The Best Sugar Substitutes for When Your Neighbor Is Fresh Out
You probably have some of these in your pantry, so no more last-minute grocery store runs when you've been caught unawares by an empty sugar jar! Plus, some are healthier sugar substitutes.
Southerners take their desserts seriously, and there's nothing like a homemade slice of pound cake or a juicy scoop of cobbler. As it goes, desserts often require a good dose of sugar, and we've rounded up the best sugar substitutes for baking and other sweets.
Before you run to the kitchen to swap out your granulated sugar, here are some things to keep in mind. While sugar substitutes (artificial and natural) can provide healthier alternatives, they won't always yield identical results.
"If you use any sugar substitute, you're not going to get the same consistency, you know, that cake-like fluffy consistency that we're used to eating like our moms used to make," said Belinda Smith-Sullivan, a South Carolina-based chef and author.
That being said, an unidentical result does not mean a less tasty one. Here are the sugar substitutes some Southern culinary experts use and enjoy.
"You'll still get the flavor profile that you would have with the sweetness, without using as much sugar," Temple said of Truvia. "And, it doesn't have one of those strange aftertastes."
In addition to artificial sweeteners, there are a plethora of natural ones to experiment with.
If you're looking to take advantage of fruit's natural sweetness, try mashed bananas or applesauce. Temple recommends using the bananas that have sat too long in the fruit bowl. When substituting, simply add, in the form of your chosen fruit, half the amount of sugar called for. For example, to replace a cup of sugar, used half a cup of applesauce. To really get the sweetness from a banana, it should be black before you use it.
An easy, one-to-one white granulated sugar replacement, according to Smith-Sullivan, is demerara sugar.
"It's a raw sugar, so it's not as processed as regular white sugar," she said. "If your recipe calls for one cup of white [sugar], you can use one cup of demerara."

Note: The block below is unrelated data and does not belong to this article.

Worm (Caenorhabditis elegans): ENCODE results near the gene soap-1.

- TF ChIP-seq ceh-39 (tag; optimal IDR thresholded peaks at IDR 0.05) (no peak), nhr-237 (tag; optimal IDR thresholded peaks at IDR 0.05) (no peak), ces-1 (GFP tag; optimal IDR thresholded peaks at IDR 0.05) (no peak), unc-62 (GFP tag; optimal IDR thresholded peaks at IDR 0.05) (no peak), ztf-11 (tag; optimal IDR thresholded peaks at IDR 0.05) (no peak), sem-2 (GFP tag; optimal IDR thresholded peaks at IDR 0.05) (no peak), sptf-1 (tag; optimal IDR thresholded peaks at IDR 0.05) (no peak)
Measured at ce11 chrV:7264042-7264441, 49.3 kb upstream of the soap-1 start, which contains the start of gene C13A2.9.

Because it is still crystalized, demerara is ideal for recipes where you are required to cream your ingredients. Part of the role sugar plays in baking is building structure, and it does so by trapping air. Liquid sweeteners are unable to do this, which can result in a different texture of your baked good.
"The cake ends up being a little more dense; it doesn't have the same crumb as if you use the regular sugar," Smith-Sullivan said. "It's going to be good. But it's not going to be the same as what you're used to eating."
Temple also suggested palm sugar, a milder alternative to coconut sugar, that can be used in the same ratio and manner as demerara.
As far as liquid sugar substitutes go, the list is long, but some easy pantry staples you probably already have include honey, agave, maple syrup, and molasses.
Keep in mind that each has a different flavor profile (or lack thereof—agave is the most neutral), and that it should complement, not clash with your recipe.
General recommended substitution ratios are as follows.
For every cup of sugar, you can replace it with a 1/2 cup to 2/3 cup of honey or 2/3 cup agave. If using maple syrup or molasses, 3/4 cup to 1 cup will do the trick.
For all liquid substitutions, you will also want to adjust the liquid ratio of your recipe, reducing it by 1/4 cup, no matter the sweetener. If there is no additional liquid to reduce, add a tablespoon of flour per 1/4 cup of sugar that you're replacing. Happy baking!